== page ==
Enjoy the iconic pink sand beaches of Tikehau
On Tikehau, you’ll find hundreds of white and pink sand islets with coconut trees, so it literally feels like you’re in the middle of a postcard, regardless of where you look or go. This paradise on Earth is a very peaceful and quiet place. Rose Island (pink-sand island) is a superb place, but many other deserted Motus are just as beautiful if you want to be alone.
Sunrises and sunsets over the turquoise ocean and the pink sand are also a landscape photography sight to see…
Observe wildlife on Bird Island
Located roughly in the middle of the Tikehau lagoon, Bird Island is a great half-day trip to take. Walking around the island, you’ll see thousands of birds of different species, like the beautiful white tern below.
Unfortunately, this wonder is going to disappear
So, after quite some reading of serious publications, with vastly converging conclusions, I’m just going to try to create for you a very simple and basic summary of what’s going on:
- It has been factually demonstrated that human activities are responsible for global warming.
- One of the devastating consequences of global warming is the rising global sea level, due to the warming of the ocean (since water expands as it warms) for 40+% of the rise and melting of land-based ice for 60% of the impact (mainly temperate glaciers, Greenland and Antarctica).
- The rise is precisely measured and factually accelerating in a scary way. Last decade, the average was 2.6 times faster than during the last 100 years – last years was almost twice the last decade’s.
- While projecting the future sea level is challenging, due to the complexity of many aspects, the previsions keep becoming more pessimistic year after year.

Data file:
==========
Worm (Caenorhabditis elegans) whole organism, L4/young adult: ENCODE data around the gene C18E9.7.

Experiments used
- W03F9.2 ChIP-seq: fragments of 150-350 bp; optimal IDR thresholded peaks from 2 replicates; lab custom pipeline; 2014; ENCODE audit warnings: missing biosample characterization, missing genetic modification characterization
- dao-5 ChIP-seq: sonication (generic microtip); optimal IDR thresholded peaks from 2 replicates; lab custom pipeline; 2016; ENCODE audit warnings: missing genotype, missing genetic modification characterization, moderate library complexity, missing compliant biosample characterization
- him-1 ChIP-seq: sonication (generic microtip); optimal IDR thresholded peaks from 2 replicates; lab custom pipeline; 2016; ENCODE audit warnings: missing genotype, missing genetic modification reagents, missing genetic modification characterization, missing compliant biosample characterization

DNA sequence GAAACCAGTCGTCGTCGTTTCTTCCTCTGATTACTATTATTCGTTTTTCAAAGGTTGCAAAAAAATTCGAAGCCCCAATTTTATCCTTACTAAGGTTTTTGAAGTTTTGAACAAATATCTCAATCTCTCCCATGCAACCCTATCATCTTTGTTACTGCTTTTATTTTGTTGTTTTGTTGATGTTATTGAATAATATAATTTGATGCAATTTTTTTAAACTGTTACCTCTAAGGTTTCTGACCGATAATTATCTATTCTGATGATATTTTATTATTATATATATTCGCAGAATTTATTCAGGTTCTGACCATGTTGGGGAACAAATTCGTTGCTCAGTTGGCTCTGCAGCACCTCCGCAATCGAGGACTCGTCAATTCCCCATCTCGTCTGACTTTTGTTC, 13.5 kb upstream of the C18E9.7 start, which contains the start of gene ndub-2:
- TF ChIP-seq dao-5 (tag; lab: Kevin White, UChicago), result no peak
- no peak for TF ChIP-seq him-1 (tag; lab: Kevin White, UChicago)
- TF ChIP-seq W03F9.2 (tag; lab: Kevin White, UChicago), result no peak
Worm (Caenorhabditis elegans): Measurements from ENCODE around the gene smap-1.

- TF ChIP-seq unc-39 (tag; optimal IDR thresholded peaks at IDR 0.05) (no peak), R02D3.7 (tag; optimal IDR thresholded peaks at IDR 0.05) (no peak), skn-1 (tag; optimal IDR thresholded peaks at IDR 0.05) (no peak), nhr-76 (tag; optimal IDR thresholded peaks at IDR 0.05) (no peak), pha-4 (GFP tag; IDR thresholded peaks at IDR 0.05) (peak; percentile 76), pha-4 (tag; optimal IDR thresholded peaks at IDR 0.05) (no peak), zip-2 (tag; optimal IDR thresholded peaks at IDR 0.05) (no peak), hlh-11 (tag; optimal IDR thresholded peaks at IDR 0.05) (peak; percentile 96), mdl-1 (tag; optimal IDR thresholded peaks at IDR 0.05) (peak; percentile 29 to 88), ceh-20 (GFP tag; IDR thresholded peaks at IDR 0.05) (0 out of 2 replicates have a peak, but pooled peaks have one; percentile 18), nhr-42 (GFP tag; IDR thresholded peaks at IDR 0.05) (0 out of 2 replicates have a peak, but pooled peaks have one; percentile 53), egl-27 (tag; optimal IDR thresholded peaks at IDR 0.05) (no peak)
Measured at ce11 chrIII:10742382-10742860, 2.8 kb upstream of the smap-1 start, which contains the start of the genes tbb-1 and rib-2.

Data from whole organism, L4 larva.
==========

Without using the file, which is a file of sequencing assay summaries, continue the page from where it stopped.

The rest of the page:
- There are debate and a range on what the “right” number is, of course, but there is no scenario where the trend will slow down. So, between 15 and 25mm of sea-level increase per year is probably the most accurate answer as we know it today.
The graph on the image below gives a simple perspective on the trend. But who cares about a 15mm water raise?
Well, let’s go back to our beautiful Rangiroa and Tikehau islands. From my picture, taken from the plane, it is very obvious that this wonder is flat and almost at sea level (by a few meters).
So, the graph means that this place will disappear in the next 50 to 100 years…
Well, okay, only 2,700 people live there plus a few wealthy tourists, so why should we bother?
Sustainable travel international, a great organization that has for mission to protect and conserve our planet’s most vulnerable destinations by transforming tourism’s impact on nature and people, had a very good article on climate impact on tourism destinations. A good read for additional sad examples.
Still don’t care because you’re not really a beach person? Well, in an average/optimistic scenario, between 200 and 250 million people around the globe will have their feet and houses in the water in the next 50-100 years.
As those are in some of the current or future global economic drivers (e/g China, Indonesia, US, western Europe), what do you think this will do to the world economy and geopolitical stability?
Take a minute to look at this very simple, educational NASA video that does a better job than me at articulating why we should all bother, for our kids and their kids.
So, will our grandchildren be able to see some of these wonders, you think?
The Tuamotus are obviously just an example of an overwhelmingly large issue that can only be solved (let’s say mitigated, at this stage) by coordinated and far more intentional global policies across the globe.
So beyond being good individual citizens doing our best to reduce our impact, if we want our grandchildren to see some of the world’s endangered wonders, our main duty is to wisely use our voice through our voting power, especially in large countries with an impact that truly matters, if and where political leadership is not convinced or intentional enough about the need for change.